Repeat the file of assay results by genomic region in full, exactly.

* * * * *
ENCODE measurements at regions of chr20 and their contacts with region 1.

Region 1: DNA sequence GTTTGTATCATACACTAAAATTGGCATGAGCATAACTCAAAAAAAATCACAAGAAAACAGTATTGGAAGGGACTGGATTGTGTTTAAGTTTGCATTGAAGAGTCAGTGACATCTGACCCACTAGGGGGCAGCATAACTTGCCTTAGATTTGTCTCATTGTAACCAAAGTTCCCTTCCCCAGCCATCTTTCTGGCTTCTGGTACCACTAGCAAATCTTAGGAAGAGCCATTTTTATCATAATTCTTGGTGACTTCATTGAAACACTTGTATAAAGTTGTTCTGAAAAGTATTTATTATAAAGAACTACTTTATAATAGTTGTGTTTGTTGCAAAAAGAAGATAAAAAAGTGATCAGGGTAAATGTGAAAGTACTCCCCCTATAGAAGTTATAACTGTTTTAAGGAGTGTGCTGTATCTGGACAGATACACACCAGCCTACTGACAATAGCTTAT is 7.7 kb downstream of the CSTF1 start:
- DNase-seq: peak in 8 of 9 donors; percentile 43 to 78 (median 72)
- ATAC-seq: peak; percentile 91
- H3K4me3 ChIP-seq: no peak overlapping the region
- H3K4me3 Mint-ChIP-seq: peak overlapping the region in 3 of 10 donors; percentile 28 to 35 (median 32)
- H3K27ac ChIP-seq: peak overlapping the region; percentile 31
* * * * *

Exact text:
ENCODE measurements at regions of chr20 and their contacts with region 1.

Region 1: DNA sequence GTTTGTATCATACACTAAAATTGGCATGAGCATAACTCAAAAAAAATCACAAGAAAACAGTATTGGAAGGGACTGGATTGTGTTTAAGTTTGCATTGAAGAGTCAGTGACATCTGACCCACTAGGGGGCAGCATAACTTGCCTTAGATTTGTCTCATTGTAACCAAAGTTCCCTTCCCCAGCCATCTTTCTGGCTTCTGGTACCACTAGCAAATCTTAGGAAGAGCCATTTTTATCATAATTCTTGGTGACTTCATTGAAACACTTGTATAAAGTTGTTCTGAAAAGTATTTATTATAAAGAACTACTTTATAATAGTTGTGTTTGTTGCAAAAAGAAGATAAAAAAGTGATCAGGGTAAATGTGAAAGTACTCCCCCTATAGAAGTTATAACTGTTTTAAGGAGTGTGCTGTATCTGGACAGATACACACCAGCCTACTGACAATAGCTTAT is 7.7 kb downstream of the CSTF1 start:
- DNase-seq: peak in 8 of 9 donors; percentile 43 to 78 (median 72)
- ATAC-seq: peak; percentile 91
- H3K4me3 ChIP-seq: no peak overlapping the region
- H3K4me3 Mint-ChIP-seq: peak overlapping the region in 3 of 10 donors; percentile 28 to 35 (median 32)
- H3K27ac ChIP-seq: peak overlapping the region; percentile 31